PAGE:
Step two (introducing models of writing):    Students will be asked to 1) tweak the title of a well-known fairy tale as an inspiration to fracture the story, 2) create a first-person point-of-view scene from the story they envision, 3) use emphasis techniques in both the scene's narration and dialogue.  To help students understand this assignment, put the student sample below on your classroom overhead; using the discussion tool at the bottom of Devin's story will have your students think about this assignment and its requirements.

WritingFix Safely Publishes Students from Around the World! In 2008, we first began accepting students samples from teachers anywhere who use this lesson. Hundreds of new published students now go up at our site annually!

We're currently looking for student samples for other grade levels for this lesson!  Help us obtain some from your students, and we'll send you a free resource for your classroom!  Visit this lesson's student samples page for details.


Step three (thinking and pre-writing): If students can't think of an idea for a story to "fracture," they can press the buttons on the Student Instructions Page, which will give them well-known titles that can be fractured for this assignment.  If your students think of their own titles to use for this assignment, by all means, let them.

Once they have titles chosen where they can switch or change words to make a funny new title, have them talk over their initial story ideas in small groups.  Have them ask each other, "What might happen in this fractured story?"  It's okay for them to think of the whole story first; just be sure to give them time (and permission) to then narrow down their story idea into a scene that they will write for this assignment.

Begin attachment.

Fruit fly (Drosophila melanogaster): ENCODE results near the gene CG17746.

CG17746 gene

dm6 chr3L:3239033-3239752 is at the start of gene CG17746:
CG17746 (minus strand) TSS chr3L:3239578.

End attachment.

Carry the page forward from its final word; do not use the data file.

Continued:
The worksheet below will help them plan the basics of their scene. 

Once your students have completed the worksheet, put up Devin's completed scene on the overhead again to remind them of the assignment's specific requirements.  If you spot students using different EMPHASIS techniques as they draft, share their techniques with the whole class to encourage diverse thinking.

Share Original Graphic Organizers (for Pre-Writing)
from Your Teaching Toolbox.

We share graphic organizers with our peers, we find them in books, and we think we should also be able to find tried-and-true ones online at WritingFix. This year, if you create an original graphic organizer (or adapt one of ours) when you teach this page's lesson, and post it, we might just end up publishing it directly here at WritingFix, and we will post it here, giving you full credit.

  • Original graphic organizers for specific lessons, like this one, can be submitted as an attachment at this link. Look for the "Reply to this Box" beneath the post. To be able to post, you will need to be a member of our free Writing Lesson of the Month Network.